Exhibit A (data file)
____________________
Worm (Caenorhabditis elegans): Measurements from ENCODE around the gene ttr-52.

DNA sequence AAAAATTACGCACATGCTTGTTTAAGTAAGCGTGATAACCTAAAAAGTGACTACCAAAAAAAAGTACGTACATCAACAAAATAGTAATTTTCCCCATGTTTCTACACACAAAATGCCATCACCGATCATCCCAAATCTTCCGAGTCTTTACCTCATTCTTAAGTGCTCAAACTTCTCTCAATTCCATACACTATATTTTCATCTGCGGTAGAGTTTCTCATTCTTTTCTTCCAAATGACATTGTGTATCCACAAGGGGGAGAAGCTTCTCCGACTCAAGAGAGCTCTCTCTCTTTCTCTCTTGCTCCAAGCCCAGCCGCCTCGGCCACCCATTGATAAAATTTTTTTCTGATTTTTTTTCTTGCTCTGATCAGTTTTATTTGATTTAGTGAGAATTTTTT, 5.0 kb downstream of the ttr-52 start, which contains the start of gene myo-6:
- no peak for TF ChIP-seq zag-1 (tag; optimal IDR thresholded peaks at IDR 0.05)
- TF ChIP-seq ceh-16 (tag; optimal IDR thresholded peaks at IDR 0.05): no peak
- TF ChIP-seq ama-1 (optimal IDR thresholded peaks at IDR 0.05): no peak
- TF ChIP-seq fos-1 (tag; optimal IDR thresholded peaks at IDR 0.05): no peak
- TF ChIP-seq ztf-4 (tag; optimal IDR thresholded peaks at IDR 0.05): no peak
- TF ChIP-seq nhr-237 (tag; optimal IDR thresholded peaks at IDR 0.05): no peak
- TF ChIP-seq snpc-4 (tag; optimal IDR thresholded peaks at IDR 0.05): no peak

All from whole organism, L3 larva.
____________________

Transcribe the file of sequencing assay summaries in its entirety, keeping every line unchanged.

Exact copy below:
Worm (Caenorhabditis elegans): Measurements from ENCODE around the gene ttr-52.

DNA sequence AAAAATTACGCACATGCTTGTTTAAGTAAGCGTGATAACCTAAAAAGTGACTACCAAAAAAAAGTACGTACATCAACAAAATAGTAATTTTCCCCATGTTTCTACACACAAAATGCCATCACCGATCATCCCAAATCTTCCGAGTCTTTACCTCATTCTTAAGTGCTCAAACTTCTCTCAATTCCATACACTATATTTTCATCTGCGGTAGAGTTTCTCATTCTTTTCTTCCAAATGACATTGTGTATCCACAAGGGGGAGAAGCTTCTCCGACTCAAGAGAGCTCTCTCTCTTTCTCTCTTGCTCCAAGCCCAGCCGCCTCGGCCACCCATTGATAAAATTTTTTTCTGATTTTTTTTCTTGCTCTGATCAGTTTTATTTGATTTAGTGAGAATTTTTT, 5.0 kb downstream of the ttr-52 start, which contains the start of gene myo-6:
- no peak for TF ChIP-seq zag-1 (tag; optimal IDR thresholded peaks at IDR 0.05)
- TF ChIP-seq ceh-16 (tag; optimal IDR thresholded peaks at IDR 0.05): no peak
- TF ChIP-seq ama-1 (optimal IDR thresholded peaks at IDR 0.05): no peak
- TF ChIP-seq fos-1 (tag; optimal IDR thresholded peaks at IDR 0.05): no peak
- TF ChIP-seq ztf-4 (tag; optimal IDR thresholded peaks at IDR 0.05): no peak
- TF ChIP-seq nhr-237 (tag; optimal IDR thresholded peaks at IDR 0.05): no peak
- TF ChIP-seq snpc-4 (tag; optimal IDR thresholded peaks at IDR 0.05): no peak

All from whole organism, L3 larva.